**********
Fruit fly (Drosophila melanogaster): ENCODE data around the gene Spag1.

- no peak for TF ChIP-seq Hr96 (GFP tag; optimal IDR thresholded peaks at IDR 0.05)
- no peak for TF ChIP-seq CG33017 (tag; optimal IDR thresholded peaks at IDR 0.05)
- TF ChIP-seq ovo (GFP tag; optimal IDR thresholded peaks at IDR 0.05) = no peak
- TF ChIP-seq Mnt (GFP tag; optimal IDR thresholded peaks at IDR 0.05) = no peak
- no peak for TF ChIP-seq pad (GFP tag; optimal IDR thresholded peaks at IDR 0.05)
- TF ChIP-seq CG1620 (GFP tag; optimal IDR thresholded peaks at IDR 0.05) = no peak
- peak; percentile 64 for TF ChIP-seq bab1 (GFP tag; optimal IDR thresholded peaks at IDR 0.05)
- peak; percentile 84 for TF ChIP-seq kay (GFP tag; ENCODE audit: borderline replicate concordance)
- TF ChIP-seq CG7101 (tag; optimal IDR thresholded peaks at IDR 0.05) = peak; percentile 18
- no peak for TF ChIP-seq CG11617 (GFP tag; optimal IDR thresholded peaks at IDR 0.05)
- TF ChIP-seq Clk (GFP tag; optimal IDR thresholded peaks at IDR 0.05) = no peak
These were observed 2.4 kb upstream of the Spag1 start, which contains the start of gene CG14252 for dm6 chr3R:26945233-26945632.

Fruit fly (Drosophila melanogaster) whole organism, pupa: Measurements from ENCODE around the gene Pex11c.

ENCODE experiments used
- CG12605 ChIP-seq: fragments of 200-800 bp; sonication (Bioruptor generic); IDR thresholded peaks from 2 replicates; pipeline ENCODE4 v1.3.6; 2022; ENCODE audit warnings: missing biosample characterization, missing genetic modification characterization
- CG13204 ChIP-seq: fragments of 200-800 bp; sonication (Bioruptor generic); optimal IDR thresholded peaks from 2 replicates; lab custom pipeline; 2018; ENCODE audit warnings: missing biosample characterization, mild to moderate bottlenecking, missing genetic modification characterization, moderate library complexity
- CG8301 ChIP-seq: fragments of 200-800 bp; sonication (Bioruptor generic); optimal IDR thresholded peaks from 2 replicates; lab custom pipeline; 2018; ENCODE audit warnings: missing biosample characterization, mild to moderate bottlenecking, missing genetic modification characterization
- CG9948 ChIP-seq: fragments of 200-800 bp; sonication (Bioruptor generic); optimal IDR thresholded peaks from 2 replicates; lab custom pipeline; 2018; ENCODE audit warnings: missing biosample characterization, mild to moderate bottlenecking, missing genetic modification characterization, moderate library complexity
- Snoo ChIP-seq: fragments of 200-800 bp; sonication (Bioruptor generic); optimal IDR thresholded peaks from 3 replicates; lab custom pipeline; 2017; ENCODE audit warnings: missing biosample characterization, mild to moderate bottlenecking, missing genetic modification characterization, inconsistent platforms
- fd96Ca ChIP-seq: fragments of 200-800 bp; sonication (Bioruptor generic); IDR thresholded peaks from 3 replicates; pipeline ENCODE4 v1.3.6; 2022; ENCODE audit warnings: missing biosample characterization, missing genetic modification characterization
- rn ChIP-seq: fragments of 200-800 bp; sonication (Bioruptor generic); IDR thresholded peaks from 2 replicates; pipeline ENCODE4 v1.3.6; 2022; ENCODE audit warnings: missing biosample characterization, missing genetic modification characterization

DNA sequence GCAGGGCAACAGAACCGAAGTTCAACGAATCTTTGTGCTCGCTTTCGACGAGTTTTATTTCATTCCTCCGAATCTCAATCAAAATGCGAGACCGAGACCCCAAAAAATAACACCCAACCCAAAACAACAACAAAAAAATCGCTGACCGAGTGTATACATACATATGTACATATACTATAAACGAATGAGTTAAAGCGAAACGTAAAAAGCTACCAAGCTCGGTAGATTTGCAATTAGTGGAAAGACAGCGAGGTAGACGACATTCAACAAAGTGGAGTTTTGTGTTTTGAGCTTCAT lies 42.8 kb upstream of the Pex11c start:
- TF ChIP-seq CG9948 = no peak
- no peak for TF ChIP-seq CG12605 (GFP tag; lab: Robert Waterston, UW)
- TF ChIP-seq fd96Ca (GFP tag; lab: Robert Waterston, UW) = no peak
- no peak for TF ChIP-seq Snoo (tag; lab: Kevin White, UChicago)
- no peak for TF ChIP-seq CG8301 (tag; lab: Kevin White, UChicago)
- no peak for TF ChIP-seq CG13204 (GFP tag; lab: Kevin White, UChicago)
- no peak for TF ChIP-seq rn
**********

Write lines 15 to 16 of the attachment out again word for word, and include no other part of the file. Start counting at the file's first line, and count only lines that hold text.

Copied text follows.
ENCODE experiments used
- CG12605 ChIP-seq: fragments of 200-800 bp; sonication (Bioruptor generic); IDR thresholded peaks from 2 replicates; pipeline ENCODE4 v1.3.6; 2022; ENCODE audit warnings: missing biosample characterization, missing genetic modification characterization